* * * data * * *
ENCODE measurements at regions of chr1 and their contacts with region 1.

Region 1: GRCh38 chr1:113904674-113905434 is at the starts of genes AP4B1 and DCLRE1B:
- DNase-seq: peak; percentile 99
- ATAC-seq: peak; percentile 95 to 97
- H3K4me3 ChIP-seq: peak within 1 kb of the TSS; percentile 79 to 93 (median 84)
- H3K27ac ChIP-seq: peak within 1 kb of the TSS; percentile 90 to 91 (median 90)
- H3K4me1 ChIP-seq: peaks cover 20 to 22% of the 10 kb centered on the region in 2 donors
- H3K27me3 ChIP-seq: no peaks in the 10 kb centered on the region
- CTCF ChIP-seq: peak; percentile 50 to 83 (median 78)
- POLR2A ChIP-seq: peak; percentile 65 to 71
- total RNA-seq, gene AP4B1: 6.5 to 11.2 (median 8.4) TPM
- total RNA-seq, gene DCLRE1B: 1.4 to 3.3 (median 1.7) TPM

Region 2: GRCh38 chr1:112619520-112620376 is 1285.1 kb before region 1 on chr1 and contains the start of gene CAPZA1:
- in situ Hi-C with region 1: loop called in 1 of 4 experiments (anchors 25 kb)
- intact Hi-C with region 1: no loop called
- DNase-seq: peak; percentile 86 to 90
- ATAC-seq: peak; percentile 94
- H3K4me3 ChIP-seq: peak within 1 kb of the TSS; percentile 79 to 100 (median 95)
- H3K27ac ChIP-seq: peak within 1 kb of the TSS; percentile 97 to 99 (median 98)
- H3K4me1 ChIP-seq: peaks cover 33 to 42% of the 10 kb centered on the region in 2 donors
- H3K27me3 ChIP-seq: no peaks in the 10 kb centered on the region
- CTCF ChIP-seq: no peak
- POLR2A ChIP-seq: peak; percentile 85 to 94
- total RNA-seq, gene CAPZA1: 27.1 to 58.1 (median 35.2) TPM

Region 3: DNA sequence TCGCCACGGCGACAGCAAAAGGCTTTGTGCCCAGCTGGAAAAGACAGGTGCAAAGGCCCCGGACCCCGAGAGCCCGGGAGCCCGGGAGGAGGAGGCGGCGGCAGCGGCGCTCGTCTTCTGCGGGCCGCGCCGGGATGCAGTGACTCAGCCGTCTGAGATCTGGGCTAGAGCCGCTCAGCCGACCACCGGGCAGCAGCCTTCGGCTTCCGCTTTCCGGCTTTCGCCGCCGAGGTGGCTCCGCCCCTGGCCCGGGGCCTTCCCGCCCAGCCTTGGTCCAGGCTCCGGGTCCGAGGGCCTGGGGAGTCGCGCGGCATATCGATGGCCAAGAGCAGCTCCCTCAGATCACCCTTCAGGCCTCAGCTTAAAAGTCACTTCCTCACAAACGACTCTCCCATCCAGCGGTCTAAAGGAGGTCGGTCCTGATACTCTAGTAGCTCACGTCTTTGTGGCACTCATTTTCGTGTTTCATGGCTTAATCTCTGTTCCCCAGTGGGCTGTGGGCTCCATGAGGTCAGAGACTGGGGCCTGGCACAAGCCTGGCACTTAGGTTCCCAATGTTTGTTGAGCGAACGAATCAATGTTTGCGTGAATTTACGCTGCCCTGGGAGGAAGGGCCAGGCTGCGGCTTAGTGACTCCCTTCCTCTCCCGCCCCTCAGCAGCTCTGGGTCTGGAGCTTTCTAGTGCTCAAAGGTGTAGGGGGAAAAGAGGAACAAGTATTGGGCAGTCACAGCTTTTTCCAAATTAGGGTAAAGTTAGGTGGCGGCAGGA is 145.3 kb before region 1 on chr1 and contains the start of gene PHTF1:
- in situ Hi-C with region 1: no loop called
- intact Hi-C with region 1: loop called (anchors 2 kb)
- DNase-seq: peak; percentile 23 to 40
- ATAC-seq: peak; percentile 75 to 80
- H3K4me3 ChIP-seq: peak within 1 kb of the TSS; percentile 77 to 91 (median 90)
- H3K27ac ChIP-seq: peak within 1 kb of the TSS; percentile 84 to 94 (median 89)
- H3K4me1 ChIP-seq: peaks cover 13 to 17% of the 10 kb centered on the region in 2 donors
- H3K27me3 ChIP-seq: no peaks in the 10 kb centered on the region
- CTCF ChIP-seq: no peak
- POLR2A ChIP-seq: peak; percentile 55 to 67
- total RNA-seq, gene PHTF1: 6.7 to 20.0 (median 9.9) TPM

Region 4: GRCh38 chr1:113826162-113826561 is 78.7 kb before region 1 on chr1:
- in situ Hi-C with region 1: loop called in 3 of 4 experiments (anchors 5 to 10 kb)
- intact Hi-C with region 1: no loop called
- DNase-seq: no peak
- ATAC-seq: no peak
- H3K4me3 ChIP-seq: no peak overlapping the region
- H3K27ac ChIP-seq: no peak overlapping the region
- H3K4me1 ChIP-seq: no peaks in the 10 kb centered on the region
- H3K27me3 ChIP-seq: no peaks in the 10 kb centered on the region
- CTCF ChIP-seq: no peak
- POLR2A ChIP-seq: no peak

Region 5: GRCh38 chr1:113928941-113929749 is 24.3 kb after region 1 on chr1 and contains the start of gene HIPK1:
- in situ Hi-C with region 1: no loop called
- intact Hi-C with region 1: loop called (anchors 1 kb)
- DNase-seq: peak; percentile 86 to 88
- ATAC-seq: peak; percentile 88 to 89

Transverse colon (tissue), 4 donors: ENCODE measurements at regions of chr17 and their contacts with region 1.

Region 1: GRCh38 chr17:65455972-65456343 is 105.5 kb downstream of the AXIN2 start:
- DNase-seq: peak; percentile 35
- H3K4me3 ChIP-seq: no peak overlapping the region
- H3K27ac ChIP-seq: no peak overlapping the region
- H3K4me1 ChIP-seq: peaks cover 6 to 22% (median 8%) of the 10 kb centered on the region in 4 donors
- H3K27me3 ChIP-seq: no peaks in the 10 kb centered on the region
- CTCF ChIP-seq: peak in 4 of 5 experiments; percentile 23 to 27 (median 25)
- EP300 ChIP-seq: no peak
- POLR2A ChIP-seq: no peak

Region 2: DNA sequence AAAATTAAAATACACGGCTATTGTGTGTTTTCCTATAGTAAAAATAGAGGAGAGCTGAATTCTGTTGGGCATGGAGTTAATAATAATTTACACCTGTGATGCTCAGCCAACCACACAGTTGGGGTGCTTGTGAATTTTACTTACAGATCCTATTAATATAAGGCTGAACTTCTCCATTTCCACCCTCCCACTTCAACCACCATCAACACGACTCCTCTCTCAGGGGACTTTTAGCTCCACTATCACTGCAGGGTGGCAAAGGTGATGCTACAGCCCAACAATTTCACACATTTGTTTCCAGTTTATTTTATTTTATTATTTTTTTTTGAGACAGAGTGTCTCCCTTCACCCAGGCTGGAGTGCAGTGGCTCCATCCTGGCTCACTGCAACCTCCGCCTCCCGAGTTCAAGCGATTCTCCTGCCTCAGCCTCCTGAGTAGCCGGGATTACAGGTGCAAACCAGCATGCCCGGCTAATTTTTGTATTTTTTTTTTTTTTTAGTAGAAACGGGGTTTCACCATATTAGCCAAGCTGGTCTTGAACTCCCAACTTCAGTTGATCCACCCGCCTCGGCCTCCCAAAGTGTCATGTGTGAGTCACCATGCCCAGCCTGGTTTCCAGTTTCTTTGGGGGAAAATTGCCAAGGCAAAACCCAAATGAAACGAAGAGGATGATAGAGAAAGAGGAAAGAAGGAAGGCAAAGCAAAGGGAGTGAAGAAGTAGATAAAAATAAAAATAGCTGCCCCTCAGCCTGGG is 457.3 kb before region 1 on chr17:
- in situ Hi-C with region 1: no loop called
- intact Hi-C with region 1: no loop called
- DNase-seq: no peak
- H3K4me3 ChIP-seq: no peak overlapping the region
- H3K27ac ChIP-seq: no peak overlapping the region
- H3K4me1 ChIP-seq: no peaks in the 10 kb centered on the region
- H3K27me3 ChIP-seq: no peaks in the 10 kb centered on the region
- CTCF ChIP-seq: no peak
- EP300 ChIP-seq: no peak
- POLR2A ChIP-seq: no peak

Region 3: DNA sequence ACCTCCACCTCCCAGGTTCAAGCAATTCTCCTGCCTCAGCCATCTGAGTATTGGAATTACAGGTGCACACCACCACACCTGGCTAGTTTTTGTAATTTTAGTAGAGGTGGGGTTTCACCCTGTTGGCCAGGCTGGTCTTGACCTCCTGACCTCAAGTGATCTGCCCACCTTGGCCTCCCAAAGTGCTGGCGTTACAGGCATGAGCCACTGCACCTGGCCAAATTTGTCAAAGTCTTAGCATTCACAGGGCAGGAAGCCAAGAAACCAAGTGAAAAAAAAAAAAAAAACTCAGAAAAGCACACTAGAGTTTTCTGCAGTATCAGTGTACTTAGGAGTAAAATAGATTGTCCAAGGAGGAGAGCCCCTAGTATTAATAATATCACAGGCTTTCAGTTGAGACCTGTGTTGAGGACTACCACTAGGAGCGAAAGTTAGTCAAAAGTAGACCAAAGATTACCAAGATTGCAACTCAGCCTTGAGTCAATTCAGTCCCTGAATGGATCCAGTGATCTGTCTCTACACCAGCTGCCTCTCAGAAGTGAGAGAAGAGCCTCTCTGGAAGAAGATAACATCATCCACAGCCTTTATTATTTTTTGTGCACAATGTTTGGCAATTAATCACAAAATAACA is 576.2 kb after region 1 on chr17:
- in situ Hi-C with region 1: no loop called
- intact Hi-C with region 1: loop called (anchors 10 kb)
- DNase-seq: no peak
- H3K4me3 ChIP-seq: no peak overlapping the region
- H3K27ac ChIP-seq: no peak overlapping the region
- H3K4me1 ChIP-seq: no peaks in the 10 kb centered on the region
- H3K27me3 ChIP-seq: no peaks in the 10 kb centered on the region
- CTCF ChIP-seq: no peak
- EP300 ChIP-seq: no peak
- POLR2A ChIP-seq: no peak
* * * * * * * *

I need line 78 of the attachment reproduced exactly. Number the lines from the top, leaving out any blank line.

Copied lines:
- H3K4me3 ChIP-seq: no peak overlapping the region